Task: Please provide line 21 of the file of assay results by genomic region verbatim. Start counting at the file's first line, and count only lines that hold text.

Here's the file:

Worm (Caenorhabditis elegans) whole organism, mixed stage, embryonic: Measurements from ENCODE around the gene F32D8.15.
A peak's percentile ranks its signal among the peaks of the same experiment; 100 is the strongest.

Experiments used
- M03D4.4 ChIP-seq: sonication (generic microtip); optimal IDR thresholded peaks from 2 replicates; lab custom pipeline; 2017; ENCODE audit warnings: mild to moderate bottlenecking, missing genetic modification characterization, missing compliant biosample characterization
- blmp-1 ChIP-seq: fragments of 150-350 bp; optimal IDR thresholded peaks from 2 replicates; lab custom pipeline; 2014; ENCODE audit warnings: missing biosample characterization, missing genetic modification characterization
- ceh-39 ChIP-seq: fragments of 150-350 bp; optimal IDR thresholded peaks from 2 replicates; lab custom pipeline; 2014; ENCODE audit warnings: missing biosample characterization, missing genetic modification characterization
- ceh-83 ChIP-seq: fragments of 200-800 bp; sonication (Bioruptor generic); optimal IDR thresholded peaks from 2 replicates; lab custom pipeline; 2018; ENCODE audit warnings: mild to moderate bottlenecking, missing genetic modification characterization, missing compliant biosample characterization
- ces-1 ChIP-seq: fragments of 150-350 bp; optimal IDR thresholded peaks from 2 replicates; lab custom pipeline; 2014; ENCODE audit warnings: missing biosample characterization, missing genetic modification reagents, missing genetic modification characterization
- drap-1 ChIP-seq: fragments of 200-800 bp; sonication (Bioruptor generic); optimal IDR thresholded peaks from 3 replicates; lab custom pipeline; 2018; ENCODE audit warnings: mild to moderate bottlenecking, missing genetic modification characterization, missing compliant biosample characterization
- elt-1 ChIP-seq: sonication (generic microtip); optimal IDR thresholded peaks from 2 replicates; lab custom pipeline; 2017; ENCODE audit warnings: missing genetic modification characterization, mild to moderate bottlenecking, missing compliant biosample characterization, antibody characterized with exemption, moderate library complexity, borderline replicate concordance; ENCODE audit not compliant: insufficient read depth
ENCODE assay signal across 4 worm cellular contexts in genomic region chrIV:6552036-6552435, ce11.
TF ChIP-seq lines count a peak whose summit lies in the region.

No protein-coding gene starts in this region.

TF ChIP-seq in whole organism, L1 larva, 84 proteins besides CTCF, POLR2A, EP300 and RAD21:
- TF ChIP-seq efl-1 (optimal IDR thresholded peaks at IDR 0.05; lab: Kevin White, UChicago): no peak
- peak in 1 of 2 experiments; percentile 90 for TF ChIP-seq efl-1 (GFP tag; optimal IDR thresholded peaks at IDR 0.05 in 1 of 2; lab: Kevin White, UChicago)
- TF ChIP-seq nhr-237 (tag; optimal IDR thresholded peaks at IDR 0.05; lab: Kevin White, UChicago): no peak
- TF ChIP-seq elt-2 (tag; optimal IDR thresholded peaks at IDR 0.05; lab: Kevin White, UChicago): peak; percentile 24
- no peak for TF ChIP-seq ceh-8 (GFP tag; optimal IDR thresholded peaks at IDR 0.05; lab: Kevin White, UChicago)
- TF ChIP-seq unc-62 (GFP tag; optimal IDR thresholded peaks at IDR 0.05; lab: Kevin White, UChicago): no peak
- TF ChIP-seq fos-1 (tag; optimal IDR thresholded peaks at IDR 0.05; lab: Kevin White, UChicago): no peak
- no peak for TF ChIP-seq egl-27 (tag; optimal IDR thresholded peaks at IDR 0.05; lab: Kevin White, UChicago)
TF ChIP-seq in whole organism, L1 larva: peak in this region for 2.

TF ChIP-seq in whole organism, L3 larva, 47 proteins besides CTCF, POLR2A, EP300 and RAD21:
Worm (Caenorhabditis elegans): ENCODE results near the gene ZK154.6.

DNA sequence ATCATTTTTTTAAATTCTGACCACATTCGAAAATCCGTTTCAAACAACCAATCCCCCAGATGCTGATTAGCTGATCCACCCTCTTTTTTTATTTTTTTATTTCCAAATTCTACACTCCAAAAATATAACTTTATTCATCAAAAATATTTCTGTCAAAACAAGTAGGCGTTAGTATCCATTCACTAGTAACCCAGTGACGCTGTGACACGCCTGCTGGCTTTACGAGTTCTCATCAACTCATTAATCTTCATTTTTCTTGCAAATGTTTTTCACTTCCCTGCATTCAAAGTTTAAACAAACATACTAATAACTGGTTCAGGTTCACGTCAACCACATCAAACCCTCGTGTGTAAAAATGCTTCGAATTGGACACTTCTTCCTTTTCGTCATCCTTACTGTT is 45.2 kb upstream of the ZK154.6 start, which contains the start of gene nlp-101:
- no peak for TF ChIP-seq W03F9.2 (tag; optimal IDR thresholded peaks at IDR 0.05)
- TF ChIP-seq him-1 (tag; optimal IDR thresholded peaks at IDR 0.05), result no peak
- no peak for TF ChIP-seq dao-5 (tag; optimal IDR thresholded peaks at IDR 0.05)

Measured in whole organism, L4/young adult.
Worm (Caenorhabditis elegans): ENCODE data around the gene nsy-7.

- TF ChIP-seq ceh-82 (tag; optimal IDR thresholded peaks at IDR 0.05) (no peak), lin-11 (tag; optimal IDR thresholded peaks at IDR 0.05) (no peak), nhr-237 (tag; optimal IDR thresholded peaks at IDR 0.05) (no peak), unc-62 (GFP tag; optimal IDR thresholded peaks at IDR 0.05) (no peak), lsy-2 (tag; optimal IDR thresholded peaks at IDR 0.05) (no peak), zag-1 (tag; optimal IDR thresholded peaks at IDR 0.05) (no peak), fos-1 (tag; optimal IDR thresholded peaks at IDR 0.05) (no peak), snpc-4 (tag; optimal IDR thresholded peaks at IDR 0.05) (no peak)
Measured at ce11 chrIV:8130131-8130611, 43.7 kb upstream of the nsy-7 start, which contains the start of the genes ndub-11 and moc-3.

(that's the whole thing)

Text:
- TF ChIP-seq fos-1 (tag; optimal IDR thresholded peaks at IDR 0.05; lab: Kevin White, UChicago): no peak